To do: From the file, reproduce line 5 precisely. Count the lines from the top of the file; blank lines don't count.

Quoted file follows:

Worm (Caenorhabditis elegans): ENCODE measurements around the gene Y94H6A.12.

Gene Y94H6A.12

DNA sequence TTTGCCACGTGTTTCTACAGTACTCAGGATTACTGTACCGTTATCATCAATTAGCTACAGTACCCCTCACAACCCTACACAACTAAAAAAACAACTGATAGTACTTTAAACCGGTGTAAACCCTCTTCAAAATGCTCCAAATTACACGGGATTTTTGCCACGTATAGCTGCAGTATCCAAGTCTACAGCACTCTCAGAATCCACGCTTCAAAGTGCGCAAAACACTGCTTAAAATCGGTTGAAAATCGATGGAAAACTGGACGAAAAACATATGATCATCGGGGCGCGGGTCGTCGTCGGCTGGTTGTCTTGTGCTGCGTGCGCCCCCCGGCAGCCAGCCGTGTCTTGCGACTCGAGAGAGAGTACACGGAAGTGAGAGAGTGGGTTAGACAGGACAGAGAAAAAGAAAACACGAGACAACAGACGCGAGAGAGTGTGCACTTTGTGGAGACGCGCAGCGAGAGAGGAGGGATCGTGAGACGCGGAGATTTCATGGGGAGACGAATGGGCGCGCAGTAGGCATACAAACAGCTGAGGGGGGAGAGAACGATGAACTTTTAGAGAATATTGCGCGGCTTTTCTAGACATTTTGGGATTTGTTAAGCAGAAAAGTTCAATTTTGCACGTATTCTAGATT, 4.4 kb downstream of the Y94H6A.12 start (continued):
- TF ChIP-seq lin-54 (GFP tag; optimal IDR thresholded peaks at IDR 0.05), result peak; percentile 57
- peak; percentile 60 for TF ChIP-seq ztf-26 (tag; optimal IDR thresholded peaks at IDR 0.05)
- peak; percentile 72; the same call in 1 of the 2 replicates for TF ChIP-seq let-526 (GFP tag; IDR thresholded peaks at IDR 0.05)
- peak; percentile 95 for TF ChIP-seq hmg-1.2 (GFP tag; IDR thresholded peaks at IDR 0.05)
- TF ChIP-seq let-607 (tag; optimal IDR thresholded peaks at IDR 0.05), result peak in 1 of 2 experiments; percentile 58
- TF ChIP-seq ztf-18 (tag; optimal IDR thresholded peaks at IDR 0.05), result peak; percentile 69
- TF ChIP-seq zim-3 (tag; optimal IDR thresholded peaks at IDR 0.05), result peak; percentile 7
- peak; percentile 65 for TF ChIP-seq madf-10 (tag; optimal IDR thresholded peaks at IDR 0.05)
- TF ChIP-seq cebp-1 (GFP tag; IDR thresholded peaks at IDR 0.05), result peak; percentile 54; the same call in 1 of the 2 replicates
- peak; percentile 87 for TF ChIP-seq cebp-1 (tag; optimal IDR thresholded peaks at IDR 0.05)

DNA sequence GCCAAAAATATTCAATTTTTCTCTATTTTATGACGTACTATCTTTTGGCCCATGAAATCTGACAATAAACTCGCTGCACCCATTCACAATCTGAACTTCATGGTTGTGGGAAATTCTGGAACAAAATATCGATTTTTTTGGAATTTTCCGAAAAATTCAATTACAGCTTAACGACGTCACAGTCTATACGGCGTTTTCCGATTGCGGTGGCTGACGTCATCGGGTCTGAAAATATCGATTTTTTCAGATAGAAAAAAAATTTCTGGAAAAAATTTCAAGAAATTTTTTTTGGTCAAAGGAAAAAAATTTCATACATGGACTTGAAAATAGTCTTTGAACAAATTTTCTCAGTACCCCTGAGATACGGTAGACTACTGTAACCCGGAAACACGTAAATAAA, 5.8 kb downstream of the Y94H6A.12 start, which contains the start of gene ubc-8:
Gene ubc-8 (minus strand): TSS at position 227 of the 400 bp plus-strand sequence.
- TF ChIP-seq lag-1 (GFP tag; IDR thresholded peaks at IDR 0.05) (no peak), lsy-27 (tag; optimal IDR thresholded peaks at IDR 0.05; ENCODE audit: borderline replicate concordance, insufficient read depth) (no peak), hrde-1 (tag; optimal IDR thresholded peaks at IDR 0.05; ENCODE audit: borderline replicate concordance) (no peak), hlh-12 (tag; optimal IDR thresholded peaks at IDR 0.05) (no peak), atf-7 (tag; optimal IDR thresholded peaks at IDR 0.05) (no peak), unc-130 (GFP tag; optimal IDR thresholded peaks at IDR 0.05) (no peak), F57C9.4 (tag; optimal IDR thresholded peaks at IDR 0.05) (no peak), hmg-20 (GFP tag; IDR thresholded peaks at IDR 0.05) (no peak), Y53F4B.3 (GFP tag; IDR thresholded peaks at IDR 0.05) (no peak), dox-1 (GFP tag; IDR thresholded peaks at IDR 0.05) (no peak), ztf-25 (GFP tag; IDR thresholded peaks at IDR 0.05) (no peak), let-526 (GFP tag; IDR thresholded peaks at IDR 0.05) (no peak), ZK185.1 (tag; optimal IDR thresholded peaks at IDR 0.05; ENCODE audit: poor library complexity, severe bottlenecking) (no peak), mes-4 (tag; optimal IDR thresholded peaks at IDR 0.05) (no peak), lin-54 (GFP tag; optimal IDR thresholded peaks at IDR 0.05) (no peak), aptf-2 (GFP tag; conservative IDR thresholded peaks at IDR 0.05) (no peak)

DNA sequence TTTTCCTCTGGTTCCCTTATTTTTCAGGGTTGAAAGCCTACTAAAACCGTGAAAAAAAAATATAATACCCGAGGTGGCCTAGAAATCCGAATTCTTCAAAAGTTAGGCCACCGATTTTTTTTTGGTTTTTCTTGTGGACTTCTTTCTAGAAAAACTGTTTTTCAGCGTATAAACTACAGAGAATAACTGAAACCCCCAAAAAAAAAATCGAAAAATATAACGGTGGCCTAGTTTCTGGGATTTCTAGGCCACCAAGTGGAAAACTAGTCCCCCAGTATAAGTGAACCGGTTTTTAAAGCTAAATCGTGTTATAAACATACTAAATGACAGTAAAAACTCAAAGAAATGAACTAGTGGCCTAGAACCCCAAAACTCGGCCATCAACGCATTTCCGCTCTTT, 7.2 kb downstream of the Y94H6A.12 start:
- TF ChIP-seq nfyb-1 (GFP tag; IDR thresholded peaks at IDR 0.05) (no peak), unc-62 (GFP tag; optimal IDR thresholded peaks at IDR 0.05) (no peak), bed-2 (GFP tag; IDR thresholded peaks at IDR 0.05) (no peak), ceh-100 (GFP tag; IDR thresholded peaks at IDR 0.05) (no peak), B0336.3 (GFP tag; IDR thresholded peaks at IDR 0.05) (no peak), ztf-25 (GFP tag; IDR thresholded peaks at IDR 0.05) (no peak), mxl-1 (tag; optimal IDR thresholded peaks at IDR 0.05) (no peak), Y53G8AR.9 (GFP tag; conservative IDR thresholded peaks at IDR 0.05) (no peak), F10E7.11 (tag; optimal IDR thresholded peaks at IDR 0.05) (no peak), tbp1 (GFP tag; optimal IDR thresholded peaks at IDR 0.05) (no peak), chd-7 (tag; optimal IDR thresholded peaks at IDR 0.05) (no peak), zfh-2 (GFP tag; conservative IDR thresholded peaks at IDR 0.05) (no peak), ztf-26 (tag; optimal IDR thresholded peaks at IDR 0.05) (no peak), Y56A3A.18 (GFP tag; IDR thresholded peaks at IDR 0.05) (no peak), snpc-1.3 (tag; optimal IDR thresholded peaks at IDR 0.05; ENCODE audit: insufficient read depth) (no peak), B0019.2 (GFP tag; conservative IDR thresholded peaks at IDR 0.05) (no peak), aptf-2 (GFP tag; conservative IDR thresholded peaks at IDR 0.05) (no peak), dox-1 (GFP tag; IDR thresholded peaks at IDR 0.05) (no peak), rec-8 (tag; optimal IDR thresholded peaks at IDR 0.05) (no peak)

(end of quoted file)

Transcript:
- peak; percentile 60 for TF ChIP-seq ztf-26 (tag; optimal IDR thresholded peaks at IDR 0.05)